How to hit your bike

Sometimes a repair needs some force

August 16th, 2019 by | Posted in Maintenance | Tags:

by Nick Di Cristofaro

You’d probably cringe if you saw someone take out a hammer and approach your bike. There are times, however, where a little force is necessary to do some mechanical work on your lightweight, somewhat-fragile, carbon-fibre steed. But, before you start swinging yourself, let’s go through some tips.

If your bike is clamped into a traditional work stand by the seatpost, you must pay careful attention to when and how you apply force to the frame. You should also take care when you’re removing bolts and threaded bottom-bracket cups, too. Whenever you apply force, you must brace the frame. Make sure the seatpost doesn’t face too much strain. For example, when you are tapping a crankset into a bottom bracket, hold the frame with your opposite hand to brace the bike. I have actually seen someone crack a frame that he didn’t support properly. That said, he was hitting the crank pretty hard. Another tip: if you have to hit the bike with a blow stronger than a “love tap” (a very light smack, that is), take the frame off the stand before doing so.

Removing press-in bottom-bracket cups

Sometimes these cups come out easily with the aforementioned love tap and sometimes they don’t. Remove the wheels from your bike and the bike from your stand. Lay the frame on the front of your thighs with top tube by your chest and kneel down slightly. You have now braced your frame in a sort of bike bear hug. Proceed to remove that BB cup with the appropriate removal tool and your hammer with a metal face.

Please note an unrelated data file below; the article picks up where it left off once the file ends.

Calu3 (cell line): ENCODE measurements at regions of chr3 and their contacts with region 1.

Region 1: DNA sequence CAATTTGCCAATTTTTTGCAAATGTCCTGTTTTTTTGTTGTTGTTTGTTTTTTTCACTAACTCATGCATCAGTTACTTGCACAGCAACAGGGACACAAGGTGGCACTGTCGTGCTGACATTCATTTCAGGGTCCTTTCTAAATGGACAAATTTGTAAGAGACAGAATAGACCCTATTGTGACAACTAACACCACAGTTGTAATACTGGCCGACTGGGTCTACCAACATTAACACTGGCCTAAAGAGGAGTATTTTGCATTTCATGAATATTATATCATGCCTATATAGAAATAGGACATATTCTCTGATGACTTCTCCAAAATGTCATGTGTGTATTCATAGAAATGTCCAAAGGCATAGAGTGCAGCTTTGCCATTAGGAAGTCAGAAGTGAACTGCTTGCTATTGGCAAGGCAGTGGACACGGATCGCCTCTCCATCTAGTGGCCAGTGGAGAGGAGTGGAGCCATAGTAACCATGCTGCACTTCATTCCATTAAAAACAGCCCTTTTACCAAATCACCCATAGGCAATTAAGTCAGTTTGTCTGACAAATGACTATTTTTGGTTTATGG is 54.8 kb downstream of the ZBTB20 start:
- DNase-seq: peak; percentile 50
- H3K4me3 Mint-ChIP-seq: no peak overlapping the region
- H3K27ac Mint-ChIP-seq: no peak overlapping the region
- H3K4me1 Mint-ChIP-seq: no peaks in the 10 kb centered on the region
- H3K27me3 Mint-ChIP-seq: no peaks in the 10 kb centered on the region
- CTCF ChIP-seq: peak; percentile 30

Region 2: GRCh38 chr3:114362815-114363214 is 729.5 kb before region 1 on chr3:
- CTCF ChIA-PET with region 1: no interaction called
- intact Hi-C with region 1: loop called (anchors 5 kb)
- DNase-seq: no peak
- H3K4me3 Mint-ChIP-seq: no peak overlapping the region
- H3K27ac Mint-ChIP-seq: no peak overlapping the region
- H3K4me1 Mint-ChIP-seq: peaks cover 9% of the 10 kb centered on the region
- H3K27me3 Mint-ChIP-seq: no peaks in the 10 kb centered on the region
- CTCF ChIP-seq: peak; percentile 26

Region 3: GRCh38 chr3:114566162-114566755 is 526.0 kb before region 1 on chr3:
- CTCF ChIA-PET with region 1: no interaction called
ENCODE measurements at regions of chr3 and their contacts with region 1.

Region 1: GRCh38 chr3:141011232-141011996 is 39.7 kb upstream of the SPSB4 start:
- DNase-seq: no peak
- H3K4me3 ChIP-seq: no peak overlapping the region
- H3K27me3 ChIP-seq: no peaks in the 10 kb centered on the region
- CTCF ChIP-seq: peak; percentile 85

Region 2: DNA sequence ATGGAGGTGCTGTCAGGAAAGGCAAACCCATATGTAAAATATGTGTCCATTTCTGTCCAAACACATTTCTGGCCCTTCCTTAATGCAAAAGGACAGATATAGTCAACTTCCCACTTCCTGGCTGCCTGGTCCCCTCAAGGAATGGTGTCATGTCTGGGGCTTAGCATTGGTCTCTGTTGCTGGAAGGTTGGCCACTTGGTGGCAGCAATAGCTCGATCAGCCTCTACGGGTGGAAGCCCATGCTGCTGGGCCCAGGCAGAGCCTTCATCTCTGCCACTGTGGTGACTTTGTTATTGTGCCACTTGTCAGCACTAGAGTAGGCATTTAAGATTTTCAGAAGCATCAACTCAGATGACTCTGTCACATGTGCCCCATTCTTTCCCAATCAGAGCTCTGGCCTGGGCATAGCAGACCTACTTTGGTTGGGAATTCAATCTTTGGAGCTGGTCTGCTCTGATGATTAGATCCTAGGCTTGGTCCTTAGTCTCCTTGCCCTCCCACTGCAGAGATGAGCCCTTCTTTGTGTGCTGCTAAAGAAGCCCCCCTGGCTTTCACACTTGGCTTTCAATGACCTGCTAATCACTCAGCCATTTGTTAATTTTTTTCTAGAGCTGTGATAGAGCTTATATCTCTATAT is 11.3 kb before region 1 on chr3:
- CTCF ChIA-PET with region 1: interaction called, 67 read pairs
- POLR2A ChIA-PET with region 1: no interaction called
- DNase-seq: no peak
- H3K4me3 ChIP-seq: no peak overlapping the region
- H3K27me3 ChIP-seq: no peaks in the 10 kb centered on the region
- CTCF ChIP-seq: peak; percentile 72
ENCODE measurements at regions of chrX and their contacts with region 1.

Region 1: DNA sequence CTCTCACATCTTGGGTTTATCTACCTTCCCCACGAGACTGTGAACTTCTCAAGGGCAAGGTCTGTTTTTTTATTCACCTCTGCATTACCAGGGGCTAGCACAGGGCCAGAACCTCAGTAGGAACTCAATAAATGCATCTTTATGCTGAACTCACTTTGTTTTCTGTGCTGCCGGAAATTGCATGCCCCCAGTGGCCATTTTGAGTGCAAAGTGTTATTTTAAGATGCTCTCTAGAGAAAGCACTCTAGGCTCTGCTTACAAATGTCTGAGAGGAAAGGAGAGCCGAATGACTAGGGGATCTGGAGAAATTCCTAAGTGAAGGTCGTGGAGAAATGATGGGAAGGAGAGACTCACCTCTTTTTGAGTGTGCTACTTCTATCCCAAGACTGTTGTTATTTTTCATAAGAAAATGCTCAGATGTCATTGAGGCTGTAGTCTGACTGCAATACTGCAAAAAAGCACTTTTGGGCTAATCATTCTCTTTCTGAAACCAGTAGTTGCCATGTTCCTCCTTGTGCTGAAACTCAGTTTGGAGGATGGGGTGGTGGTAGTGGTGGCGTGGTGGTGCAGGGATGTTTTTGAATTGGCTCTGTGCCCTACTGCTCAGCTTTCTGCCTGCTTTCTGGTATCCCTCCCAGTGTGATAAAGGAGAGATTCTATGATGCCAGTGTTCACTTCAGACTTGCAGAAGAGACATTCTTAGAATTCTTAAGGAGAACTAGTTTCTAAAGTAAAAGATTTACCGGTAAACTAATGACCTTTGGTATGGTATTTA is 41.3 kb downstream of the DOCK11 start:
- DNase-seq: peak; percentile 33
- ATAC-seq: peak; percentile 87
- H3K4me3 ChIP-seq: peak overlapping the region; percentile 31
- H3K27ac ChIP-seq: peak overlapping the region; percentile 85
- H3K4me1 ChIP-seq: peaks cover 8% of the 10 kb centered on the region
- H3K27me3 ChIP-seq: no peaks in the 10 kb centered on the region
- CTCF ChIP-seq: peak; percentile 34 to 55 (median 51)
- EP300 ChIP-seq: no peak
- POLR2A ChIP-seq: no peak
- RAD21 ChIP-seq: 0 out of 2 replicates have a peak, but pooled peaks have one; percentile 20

Removing a fork stuck in the head tube

A seized headset will sometimes be so corroded that you can’t remove the fork by hand. You’ll need to give it a smack to get it moving. If the bike is clamped by its seatpost, brace the frame by holding the down tube and use a soft-face hammer to give a few gentle whacks. Keep things gentle, especially if you have a carbon fork. Once the fork starts moving, you will feel more movement with each additional hit. If you don’t feel movement, don’t hit harder. Instead, take the bike to a professional mechanic.

Installing a crankset

When installing a new crankset, always try to push it into the bottom bracket by hand. Only take out the hammer if hand power does not suffice. Make sure the crank’s shaft is lined up with where it needs to go. Place a rag over the spider of the crank to protect the finish. Brace the frame. Use a soft-face hammer and apply a few love taps. Make sure the hammer face lands squarely to get a straight hit. Always aim for the centre of the spider and not the edges. You can bend them and the chainrings, causing permanent damage.

Removing a wheel’s cartridge bearings

When you remove cartridge bearings from a wheel, always start with a good bracing method. The best has the hub on a hard, flat surface for the initial hit with your approved removal tool and trusty metal-face hammer. Don’t, for example, place your wheel on the opening of a garbage can. That setup will only brace the spokes and could cause damage. After the initial hit, move on to the bear-hugbrace method outlined above.

Happy (careful) hammering.